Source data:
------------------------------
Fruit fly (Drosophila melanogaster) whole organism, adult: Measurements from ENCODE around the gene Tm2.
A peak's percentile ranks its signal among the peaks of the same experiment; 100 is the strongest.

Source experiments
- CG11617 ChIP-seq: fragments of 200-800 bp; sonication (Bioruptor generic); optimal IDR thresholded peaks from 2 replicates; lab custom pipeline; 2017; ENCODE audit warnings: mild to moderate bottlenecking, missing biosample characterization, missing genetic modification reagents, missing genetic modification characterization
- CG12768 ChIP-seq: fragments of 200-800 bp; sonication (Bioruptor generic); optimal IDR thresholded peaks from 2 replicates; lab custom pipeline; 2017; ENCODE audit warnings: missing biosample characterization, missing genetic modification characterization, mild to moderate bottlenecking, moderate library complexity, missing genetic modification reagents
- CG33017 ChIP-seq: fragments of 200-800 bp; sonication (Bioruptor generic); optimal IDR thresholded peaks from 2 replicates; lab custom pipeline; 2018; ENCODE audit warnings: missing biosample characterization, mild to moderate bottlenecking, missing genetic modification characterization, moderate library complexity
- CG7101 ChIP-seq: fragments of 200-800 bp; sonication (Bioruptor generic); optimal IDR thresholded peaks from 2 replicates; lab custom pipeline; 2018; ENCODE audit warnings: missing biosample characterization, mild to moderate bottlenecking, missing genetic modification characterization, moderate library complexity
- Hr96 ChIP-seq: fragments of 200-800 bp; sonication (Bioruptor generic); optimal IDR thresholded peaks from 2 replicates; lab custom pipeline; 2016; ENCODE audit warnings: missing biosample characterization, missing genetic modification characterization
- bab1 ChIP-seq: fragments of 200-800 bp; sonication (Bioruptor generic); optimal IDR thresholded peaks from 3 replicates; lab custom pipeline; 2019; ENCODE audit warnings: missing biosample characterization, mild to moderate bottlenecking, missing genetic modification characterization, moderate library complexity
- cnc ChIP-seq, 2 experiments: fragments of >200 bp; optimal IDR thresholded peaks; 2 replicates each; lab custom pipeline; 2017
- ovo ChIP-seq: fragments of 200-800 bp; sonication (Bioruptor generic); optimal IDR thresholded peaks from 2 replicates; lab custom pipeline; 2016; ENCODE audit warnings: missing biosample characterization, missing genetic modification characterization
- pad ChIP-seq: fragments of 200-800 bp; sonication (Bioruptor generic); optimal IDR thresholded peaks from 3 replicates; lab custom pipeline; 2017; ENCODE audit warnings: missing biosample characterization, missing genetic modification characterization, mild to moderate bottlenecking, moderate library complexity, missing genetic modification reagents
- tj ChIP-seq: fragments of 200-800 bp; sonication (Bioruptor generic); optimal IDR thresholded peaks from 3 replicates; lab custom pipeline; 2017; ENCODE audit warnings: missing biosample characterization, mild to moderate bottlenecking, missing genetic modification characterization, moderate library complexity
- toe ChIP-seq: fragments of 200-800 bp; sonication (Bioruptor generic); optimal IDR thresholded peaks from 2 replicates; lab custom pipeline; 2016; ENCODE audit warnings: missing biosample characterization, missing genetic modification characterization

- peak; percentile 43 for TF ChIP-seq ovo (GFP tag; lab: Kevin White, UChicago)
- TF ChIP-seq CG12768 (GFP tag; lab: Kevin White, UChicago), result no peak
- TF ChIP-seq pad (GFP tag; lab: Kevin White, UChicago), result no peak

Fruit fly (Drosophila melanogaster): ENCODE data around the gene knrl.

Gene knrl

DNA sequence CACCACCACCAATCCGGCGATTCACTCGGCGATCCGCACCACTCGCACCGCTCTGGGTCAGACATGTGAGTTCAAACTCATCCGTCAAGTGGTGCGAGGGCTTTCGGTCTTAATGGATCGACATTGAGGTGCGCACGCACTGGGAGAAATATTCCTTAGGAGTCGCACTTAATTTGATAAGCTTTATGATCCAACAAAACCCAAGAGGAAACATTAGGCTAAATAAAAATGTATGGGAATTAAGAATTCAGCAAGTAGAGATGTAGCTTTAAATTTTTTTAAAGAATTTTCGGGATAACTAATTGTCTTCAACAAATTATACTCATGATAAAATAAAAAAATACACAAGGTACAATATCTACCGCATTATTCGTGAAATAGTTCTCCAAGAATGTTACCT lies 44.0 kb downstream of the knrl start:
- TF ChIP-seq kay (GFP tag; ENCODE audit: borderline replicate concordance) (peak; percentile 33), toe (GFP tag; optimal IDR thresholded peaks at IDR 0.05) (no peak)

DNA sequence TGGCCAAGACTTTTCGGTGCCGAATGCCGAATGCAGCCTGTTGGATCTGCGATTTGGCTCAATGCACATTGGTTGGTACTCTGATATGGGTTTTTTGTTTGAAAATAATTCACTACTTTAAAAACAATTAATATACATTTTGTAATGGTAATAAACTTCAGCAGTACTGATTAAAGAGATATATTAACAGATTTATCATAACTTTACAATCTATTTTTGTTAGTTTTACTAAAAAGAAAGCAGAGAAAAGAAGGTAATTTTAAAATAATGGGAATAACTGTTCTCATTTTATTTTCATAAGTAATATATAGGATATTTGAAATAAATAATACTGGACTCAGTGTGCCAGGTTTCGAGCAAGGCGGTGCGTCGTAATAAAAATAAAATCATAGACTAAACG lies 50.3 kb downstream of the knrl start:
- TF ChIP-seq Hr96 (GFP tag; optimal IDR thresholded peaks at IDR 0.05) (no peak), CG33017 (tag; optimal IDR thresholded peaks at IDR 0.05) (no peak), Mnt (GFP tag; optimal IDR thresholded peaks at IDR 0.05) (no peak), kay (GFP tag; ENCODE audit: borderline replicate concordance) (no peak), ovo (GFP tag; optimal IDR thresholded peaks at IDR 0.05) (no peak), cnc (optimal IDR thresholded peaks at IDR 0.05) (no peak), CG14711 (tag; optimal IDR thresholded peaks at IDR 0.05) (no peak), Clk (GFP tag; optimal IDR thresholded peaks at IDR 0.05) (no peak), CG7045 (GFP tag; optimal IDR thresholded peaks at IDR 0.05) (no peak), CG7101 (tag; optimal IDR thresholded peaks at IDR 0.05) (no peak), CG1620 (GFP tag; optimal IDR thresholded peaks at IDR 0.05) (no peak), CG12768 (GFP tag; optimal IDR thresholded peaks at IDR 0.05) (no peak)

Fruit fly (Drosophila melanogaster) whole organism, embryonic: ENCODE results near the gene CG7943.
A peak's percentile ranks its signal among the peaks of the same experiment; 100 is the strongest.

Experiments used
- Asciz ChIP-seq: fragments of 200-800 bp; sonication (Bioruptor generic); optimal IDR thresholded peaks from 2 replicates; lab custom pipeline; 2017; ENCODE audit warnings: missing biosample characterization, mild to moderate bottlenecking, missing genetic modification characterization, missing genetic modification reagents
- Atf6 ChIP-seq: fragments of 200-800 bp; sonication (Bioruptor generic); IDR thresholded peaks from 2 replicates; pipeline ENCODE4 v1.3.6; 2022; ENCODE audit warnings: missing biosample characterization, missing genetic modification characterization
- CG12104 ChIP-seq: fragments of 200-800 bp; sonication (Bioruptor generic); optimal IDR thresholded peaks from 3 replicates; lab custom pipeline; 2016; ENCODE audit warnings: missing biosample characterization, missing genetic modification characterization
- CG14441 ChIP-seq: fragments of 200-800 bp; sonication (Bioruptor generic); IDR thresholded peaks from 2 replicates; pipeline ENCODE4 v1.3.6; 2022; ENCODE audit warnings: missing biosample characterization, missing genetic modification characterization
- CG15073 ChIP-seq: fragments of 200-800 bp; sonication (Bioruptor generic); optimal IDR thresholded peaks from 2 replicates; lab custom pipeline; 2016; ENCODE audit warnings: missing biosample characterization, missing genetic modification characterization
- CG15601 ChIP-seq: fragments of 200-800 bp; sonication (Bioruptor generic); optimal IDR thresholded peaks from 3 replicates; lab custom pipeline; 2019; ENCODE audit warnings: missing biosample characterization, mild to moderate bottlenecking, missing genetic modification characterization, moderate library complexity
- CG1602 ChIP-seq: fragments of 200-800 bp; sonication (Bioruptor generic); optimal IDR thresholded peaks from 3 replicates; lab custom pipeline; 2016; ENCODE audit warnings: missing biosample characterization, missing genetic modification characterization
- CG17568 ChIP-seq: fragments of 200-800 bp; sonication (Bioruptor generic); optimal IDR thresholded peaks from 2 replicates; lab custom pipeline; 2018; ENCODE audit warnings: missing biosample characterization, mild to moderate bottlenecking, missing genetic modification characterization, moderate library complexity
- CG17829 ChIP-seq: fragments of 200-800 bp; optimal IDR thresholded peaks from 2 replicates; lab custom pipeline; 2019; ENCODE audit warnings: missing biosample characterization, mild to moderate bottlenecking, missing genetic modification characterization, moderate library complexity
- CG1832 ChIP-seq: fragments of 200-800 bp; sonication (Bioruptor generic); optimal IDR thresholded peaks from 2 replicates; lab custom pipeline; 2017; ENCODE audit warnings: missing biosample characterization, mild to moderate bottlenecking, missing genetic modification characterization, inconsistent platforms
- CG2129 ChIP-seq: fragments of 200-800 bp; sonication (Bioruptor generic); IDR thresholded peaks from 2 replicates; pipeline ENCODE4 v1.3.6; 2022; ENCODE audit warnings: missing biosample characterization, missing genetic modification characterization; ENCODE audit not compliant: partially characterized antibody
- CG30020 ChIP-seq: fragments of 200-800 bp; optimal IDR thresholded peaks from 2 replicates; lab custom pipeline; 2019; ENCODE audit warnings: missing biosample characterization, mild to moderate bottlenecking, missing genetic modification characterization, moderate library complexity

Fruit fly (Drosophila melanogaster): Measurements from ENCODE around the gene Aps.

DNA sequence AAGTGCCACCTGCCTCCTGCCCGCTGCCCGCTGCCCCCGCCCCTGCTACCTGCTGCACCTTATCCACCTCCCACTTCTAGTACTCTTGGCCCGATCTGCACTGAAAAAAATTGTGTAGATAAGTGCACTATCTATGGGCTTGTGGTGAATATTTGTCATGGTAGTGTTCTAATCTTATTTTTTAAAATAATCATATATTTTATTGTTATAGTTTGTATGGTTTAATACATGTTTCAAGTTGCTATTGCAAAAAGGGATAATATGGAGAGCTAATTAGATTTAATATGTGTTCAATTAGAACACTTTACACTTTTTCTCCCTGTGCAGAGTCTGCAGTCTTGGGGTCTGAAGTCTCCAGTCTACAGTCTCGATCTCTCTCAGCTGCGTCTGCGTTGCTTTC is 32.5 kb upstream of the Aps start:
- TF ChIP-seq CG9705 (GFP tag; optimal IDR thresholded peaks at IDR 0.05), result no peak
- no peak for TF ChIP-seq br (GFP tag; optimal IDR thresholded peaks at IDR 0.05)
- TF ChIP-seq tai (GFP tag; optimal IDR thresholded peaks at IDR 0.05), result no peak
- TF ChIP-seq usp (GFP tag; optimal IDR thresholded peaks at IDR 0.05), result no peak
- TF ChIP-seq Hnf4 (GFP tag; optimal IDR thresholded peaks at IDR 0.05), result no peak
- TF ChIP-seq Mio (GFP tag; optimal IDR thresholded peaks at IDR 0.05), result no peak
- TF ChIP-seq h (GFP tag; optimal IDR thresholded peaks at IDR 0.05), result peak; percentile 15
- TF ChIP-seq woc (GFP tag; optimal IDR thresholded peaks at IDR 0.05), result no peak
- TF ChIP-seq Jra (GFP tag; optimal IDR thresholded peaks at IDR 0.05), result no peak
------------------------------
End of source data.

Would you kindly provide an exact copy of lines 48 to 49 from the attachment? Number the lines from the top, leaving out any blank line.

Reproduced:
- TF ChIP-seq woc (GFP tag; optimal IDR thresholded peaks at IDR 0.05), result no peak
- TF ChIP-seq Jra (GFP tag; optimal IDR thresholded peaks at IDR 0.05), result no peak